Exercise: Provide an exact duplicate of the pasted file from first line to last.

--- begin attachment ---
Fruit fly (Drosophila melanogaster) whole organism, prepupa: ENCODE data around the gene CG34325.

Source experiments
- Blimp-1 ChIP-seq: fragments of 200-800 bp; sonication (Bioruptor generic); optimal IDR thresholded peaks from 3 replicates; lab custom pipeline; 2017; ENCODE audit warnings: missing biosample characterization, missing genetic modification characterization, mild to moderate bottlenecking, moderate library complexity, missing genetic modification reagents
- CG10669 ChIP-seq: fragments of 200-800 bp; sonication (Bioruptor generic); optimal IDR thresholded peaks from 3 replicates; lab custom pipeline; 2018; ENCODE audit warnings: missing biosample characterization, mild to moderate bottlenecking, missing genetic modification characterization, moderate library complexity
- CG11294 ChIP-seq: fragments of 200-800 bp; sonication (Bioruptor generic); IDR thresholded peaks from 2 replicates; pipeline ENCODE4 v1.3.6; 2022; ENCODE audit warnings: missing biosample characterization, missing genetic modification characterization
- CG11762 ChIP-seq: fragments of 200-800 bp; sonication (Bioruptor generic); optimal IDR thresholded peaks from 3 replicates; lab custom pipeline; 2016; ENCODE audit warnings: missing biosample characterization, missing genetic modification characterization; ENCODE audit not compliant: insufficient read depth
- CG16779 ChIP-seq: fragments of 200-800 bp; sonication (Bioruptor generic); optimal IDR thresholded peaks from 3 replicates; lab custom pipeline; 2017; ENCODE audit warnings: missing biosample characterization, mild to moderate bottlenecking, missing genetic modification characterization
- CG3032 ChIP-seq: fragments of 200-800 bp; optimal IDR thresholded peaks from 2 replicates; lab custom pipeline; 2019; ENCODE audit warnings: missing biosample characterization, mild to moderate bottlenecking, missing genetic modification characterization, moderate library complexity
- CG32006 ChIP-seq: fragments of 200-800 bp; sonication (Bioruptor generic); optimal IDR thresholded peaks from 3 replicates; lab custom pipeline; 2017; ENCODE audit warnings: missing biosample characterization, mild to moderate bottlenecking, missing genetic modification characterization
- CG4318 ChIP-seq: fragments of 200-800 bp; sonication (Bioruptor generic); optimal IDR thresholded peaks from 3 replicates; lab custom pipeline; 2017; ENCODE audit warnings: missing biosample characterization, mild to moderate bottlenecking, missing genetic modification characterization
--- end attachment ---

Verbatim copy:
Fruit fly (Drosophila melanogaster) whole organism, prepupa: ENCODE data around the gene CG34325.

Source experiments
- Blimp-1 ChIP-seq: fragments of 200-800 bp; sonication (Bioruptor generic); optimal IDR thresholded peaks from 3 replicates; lab custom pipeline; 2017; ENCODE audit warnings: missing biosample characterization, missing genetic modification characterization, mild to moderate bottlenecking, moderate library complexity, missing genetic modification reagents
- CG10669 ChIP-seq: fragments of 200-800 bp; sonication (Bioruptor generic); optimal IDR thresholded peaks from 3 replicates; lab custom pipeline; 2018; ENCODE audit warnings: missing biosample characterization, mild to moderate bottlenecking, missing genetic modification characterization, moderate library complexity
- CG11294 ChIP-seq: fragments of 200-800 bp; sonication (Bioruptor generic); IDR thresholded peaks from 2 replicates; pipeline ENCODE4 v1.3.6; 2022; ENCODE audit warnings: missing biosample characterization, missing genetic modification characterization
- CG11762 ChIP-seq: fragments of 200-800 bp; sonication (Bioruptor generic); optimal IDR thresholded peaks from 3 replicates; lab custom pipeline; 2016; ENCODE audit warnings: missing biosample characterization, missing genetic modification characterization; ENCODE audit not compliant: insufficient read depth
- CG16779 ChIP-seq: fragments of 200-800 bp; sonication (Bioruptor generic); optimal IDR thresholded peaks from 3 replicates; lab custom pipeline; 2017; ENCODE audit warnings: missing biosample characterization, mild to moderate bottlenecking, missing genetic modification characterization
- CG3032 ChIP-seq: fragments of 200-800 bp; optimal IDR thresholded peaks from 2 replicates; lab custom pipeline; 2019; ENCODE audit warnings: missing biosample characterization, mild to moderate bottlenecking, missing genetic modification characterization, moderate library complexity
- CG32006 ChIP-seq: fragments of 200-800 bp; sonication (Bioruptor generic); optimal IDR thresholded peaks from 3 replicates; lab custom pipeline; 2017; ENCODE audit warnings: missing biosample characterization, mild to moderate bottlenecking, missing genetic modification characterization
- CG4318 ChIP-seq: fragments of 200-800 bp; sonication (Bioruptor generic); optimal IDR thresholded peaks from 3 replicates; lab custom pipeline; 2017; ENCODE audit warnings: missing biosample characterization, mild to moderate bottlenecking, missing genetic modification characterization